A team of doctors from the Post Graduate Institute of Medical Education and Research (PGIMER) have published a meta-analysis study on the use of Hydrochloquine (HCQ) in treatment of Covid-19 patients.
Published in the Journal of Medical Virology, the peer reviewed study combined existing data on the efficacy of HCQ in treating Covid-19 patients to find that though the drug provides some symptomatic relief, it has no impact on the viral load in the body of the patient.
The study has been published in the backdrop of a raging global debate on the efficacy of HCQ. Most recently, a study which suggested that HCQ had no observable benefits and rather increased incidences of heart rate irregularities in patients was withdrawn by The Lancet after the legitimacy of the research conducted by the authors came under global scrutiny.
The meta-analysis conducted by PGIMER doctors, led by Dr Bikash Medhi from the Department of Pharmacology combined data from already published studies and analysed it to draw conclusions. The doctors concluded in the study that “we can expect benefits in terms of time to body temperature normalisation and a number of cough days” but no difference was made by the drug in terms of decreasing the virological load.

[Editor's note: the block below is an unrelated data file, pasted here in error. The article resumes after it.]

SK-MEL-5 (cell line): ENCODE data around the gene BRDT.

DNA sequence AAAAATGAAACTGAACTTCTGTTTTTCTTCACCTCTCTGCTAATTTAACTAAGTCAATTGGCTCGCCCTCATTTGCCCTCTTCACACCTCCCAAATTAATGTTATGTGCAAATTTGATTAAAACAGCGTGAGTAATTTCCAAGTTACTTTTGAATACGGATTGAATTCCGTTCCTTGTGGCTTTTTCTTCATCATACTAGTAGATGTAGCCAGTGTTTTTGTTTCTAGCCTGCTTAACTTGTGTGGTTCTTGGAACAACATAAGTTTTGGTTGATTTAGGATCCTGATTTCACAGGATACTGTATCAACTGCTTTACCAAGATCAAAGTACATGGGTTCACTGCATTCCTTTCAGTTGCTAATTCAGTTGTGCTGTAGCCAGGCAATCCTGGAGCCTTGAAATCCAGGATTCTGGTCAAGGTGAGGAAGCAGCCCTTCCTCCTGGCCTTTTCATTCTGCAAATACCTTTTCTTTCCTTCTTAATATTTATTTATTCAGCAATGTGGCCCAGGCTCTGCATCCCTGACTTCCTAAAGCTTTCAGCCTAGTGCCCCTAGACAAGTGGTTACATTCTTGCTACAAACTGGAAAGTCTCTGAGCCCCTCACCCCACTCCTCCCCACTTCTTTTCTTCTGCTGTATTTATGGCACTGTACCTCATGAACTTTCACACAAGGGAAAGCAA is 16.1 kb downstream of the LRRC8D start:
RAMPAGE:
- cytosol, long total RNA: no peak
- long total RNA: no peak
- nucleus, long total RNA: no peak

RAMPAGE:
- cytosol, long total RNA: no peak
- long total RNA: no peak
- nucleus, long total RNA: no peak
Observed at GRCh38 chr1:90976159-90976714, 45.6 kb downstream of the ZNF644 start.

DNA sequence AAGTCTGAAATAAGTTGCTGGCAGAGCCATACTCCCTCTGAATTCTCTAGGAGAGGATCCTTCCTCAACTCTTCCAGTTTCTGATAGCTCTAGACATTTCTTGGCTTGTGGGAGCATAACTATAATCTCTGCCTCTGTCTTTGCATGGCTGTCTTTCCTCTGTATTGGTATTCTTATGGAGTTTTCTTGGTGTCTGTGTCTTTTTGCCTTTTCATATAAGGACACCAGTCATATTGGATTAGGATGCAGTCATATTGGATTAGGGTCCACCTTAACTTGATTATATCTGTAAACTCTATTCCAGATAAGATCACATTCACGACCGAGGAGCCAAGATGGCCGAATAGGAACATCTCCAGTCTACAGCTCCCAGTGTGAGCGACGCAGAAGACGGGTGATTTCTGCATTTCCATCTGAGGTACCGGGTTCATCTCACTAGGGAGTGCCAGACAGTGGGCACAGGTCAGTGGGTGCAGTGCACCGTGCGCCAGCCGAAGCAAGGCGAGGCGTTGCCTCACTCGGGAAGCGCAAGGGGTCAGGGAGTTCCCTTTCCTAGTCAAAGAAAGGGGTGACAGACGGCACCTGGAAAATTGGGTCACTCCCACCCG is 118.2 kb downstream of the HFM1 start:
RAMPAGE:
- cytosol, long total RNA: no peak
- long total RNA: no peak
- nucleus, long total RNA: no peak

In medical terms, this means that the drug can potentially provide a clinical cure to the disease but not a virological one. Furthermore, the researchers also analysed data on the effect of using HCQ in combination with the antibiotic drug Azythromycin but found that they would need more data to determine something conclusive about its use.
However, the researchers also acknowledge the limitations of the study, stating that they had access to “a limited number of studies with a limited number of participants and three studies being reported from the same group.”
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